Hannibal Barca

In the third century BC, which general included elephants in his army, as he led Carthaginian troops over the Pyrenees and Alps?

And the answer: Hannibal.

Photo courtesy: Public Domain. 

Considered one of the greatest military commanders in history, Hannibal Barca led the forces of Carthage, which was located in North Africa in what is now Tunisia. Hannibal was known for his uncanny ability to accurately determine the strengths and weaknesses of his opponents.

Hannibal Barca was born in a critical moment of Roman and Carthaginian history. The city of Carthage, Hannibal's birthplace and once prosperous center for Mediterranean trade, was suffering an impending loss to the Roman army. With the close of the First Punic War (264-241), Carthage was stripped of its most integral province, Sicily, in addition to the regions of Sardinia and Corsica. Young Hannibal, son to Carthaginian General Hamilcar Barca, bore witness to the stripping of his nation. These events made a great impression on young Hannibal.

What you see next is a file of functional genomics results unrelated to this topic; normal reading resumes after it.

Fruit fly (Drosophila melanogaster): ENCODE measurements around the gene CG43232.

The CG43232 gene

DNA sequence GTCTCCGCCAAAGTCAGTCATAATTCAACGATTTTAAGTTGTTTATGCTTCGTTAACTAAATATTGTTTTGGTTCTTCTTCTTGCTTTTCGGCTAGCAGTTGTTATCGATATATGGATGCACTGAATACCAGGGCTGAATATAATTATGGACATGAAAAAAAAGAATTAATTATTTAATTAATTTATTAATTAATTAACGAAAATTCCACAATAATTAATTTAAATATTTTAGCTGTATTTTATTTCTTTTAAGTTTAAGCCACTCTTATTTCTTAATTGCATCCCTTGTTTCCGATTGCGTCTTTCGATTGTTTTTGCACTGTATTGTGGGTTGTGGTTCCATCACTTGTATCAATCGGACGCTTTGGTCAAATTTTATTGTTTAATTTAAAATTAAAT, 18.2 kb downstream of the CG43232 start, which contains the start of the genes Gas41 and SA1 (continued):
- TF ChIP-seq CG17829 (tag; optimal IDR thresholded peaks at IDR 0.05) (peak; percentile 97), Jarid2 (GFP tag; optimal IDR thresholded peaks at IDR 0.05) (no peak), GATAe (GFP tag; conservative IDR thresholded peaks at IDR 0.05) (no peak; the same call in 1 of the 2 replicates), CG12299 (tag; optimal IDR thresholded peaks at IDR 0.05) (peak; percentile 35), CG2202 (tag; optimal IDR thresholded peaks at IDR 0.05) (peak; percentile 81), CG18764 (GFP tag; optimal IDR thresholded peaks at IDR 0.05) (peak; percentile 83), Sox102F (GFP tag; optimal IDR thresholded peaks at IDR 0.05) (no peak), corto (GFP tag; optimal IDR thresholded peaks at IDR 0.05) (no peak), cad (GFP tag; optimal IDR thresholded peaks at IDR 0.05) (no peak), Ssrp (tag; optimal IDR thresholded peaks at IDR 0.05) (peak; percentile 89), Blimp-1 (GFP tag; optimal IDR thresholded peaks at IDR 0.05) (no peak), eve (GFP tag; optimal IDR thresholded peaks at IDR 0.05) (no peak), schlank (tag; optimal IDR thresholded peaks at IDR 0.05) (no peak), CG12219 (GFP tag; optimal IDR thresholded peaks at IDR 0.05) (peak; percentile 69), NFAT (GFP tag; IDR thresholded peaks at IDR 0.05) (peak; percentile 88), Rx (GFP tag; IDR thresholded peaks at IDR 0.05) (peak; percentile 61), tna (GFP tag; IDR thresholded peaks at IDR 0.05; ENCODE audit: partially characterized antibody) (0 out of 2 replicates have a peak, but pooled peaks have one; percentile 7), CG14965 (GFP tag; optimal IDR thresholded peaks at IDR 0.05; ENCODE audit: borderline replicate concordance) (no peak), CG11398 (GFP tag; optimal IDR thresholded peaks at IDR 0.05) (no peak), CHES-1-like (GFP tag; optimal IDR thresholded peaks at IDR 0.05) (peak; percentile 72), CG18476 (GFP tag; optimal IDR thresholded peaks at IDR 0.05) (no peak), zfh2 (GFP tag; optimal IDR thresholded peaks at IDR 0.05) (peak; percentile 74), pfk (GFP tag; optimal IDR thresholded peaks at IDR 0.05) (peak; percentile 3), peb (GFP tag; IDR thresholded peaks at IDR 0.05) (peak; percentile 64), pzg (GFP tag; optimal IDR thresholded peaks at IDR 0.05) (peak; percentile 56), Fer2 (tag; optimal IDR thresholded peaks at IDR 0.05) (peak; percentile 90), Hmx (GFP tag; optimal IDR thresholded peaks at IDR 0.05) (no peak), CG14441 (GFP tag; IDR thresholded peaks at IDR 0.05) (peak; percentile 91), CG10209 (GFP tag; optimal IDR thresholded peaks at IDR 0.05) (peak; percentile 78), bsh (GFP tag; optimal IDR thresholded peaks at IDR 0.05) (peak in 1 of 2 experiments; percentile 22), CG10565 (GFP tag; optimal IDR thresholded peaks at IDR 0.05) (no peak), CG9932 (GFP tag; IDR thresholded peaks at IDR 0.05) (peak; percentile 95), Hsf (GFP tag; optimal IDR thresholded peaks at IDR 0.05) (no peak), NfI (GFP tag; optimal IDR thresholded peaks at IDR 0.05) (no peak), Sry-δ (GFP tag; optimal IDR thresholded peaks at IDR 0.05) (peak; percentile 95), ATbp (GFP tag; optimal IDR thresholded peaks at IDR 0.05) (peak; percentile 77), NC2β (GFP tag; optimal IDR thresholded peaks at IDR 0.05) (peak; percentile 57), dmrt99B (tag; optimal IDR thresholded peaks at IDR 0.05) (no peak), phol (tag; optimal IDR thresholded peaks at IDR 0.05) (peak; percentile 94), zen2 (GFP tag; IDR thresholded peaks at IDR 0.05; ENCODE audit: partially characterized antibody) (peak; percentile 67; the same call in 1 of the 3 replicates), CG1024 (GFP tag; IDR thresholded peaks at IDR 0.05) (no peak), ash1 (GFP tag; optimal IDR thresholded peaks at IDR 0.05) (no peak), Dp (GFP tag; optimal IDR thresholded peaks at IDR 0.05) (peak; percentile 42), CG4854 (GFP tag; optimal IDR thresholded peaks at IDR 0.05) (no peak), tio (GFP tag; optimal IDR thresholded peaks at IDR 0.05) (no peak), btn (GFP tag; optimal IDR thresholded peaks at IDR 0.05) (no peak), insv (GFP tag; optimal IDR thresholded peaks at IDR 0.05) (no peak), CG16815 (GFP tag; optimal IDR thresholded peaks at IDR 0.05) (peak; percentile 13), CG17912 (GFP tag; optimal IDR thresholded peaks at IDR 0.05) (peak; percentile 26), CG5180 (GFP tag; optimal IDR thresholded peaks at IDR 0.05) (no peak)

Upon his ascension to power in the Carthaginian military ranks, General Hannibal assumed aggressive tactics against the Roman army. In a bold, invasive front, Hannibal pushed an army of 50,000 infantry, 9,000 cavalry and 37 elephants across the Alps and over the river Rhône before the Romans were prepared. Thanks to the help of some 14,000 displaced Gauls, Hannibal won a second victory, defeating a Roman army that had been supplemented with the troops that had been sent to Sicily earlier that year (December 218).

Throughout his lifetime, Hannibal succeeded (and suffered) from his military prowess, ultimately being recognized as the last serious threat to the Roman Empire for centuries following his reign. To learn more about the life and achievements of General Hannibal Barca, check out the video below.

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